I decided what the hell, I’d have my picture taken. All in the name of research, right? The photographer was a friendly man in his late-forties with long dreadlocks and a West Indian accent. He pointed to a handle of Bacardi Silver and a stack of red plastic cups. “Want a drink?”

              I had this horrible premonition of the cheap rum being laced with barbiturates and waking up chained to a bathtub.

              “No thanks,” I said.

As I struck awkward, come-hither poses for the man behind the camera, I experienced the dilemma at the heart of the feminist debate over sex work: is this an act that empowers or objectifies women?

Click, click, click.

The answer, I figured, wasn’t simple, and wouldn’t be the same for everyone. Carol Queen, a former choice-based prostitute who holds a doctorate in sexology and runs the Center for Sex and Culture in San Francisco, explains. “Feminists,” she says, “let prostitution symbolize something that’s sometimes a stretch, and sometimes spot on.”

I never did attend one of Jason’s Foot Worship parties, despite the numerous calls his receptionist left on my voice mail about the next event. Turns out, I could never perform a footjob for hire. What stopped me was the thought of something happening that would spiral out of my control. The dangers of sex work, and true, these are dangers that women face in “normal life” as well – violence, disease, derogation – are serious prices to pay for the right to conduct an explicit sexual relationship for profit.


Three years later, I find out The Foot Worship Palace has been permanently shut down. When I return to the website, I am surprised by a portal full of dead links that advertised personals, online dating, and a lingerie shop. I discover numerous online musings as to what the heck happened to Jason’s former Palace of podiatric debauchery. A former employee writes on her blog that she and the other girls were given no notice; they had to figure out on their own that the Palace was no more. Another online post describes disconnected phone lines and a user message that read: UNDER INVESTIGATION. Rampant is the suspicion that something “bad had gone down.” Jason has apparently “vanished,” and it is unlikely that his parties will start up again. All I could think was how I’d dodged a bullet.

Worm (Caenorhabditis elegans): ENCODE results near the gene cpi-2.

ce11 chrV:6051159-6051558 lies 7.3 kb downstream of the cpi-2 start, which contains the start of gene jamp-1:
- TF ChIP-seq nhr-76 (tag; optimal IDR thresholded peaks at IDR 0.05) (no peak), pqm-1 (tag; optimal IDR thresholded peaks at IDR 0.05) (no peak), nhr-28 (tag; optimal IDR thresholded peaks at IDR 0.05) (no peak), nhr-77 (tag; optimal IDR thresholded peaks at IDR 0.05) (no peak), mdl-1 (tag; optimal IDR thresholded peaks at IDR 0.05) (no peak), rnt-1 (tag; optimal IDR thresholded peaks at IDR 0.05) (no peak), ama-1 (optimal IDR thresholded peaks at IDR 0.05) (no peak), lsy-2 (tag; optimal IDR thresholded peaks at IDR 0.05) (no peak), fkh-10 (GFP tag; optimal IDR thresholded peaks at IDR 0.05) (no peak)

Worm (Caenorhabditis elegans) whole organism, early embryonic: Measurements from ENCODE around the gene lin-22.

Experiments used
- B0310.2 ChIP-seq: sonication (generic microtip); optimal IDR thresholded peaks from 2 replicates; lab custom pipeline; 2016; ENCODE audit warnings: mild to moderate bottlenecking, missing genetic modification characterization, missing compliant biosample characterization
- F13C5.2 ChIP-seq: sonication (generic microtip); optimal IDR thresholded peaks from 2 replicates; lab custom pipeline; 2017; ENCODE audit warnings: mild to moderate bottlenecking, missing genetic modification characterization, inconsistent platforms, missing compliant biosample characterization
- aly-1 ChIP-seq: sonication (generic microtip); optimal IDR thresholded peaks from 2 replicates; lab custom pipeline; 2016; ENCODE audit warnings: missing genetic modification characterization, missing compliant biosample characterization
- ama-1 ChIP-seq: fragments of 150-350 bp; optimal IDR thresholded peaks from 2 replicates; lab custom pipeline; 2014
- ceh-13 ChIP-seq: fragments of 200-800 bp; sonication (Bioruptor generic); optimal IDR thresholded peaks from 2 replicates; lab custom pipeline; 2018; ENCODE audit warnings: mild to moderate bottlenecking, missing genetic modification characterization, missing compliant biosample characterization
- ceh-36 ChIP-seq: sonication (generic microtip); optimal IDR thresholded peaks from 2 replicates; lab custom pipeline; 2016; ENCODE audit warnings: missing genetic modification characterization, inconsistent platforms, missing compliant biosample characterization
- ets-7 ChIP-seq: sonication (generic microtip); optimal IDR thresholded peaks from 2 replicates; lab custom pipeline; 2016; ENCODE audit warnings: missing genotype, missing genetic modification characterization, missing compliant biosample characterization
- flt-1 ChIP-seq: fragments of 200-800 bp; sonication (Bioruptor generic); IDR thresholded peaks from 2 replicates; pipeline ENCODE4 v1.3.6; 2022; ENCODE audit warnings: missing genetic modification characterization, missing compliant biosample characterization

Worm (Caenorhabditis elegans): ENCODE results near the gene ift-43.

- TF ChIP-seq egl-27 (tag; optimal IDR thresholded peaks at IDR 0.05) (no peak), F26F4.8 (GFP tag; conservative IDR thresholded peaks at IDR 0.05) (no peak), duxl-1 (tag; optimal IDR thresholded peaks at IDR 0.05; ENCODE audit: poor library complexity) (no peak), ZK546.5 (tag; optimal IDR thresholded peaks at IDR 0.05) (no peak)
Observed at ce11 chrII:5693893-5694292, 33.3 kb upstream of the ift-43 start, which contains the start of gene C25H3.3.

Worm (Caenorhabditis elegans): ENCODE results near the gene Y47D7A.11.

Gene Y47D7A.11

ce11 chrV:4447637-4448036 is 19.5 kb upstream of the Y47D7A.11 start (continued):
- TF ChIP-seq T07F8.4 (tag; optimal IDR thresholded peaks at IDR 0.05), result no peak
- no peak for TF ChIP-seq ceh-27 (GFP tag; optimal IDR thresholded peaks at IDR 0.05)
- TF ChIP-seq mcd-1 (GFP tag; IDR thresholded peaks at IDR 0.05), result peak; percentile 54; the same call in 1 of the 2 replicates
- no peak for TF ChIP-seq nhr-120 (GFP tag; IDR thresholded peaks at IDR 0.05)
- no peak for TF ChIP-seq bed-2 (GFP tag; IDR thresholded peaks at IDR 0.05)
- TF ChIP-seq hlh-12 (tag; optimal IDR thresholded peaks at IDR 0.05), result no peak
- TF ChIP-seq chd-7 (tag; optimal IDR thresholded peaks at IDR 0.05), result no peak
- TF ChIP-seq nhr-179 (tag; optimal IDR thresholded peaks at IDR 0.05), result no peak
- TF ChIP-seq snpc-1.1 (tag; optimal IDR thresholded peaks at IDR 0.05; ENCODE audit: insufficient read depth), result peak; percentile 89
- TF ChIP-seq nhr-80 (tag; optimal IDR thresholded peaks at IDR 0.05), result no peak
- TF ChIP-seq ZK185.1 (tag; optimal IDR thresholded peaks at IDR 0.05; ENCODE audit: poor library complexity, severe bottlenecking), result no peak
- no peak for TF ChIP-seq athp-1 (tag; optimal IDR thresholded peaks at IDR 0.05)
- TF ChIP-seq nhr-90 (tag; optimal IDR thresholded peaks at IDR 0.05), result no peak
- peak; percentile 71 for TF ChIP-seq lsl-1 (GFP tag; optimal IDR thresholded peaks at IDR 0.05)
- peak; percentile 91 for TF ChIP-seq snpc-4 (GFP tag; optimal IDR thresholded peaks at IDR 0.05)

The New York sexual underground is as old as the city itself, and reflects many things about how New Yorkers organize their lives. At the turn of the century, the underground sex scene ranged from fashionable Fifth Avenue mansions, where wealthy men kept their mistresses, to Canal Street cigar stores catering to sailors. Still, the New York call girl is as mythical and ubiquitous as ever, and I no closer to entangling my fascination with sex work and how our culture portrays it. “In a culture like ours,” says Dr. Queen, “you as a writer writing about prostitution run up against presenting the prostitute as representing the good girl or bad girl. But in what terms does she have sexuality? How much of an individual do you let her be? Part of the thing that makes prostitutes feel unserved by their commentators is when the character of the prostitute serves as some metaphor.  In life, she carries social and emotional issues – she can’t be a one-dimensional carrier of them. You have to give her space, just as you’d give space to a real life person, don’t cut the edges off. I also think it’s useful for you to unpack your reasons for writing about her.”

The truth was I’d chosen to write about a prostitute because she holds this target for people to project some fantasy of sexuality. My own dalliances with sex work, even though I couldn’t go all the way, only confirmed this. At my interview, I became another person. I became a girl who wanted to make money by selling her sexuality. But that girl and me, aren’t we also one and the same?
                                                                     Jill Di Donato is a writer living in Brooklyn, New York.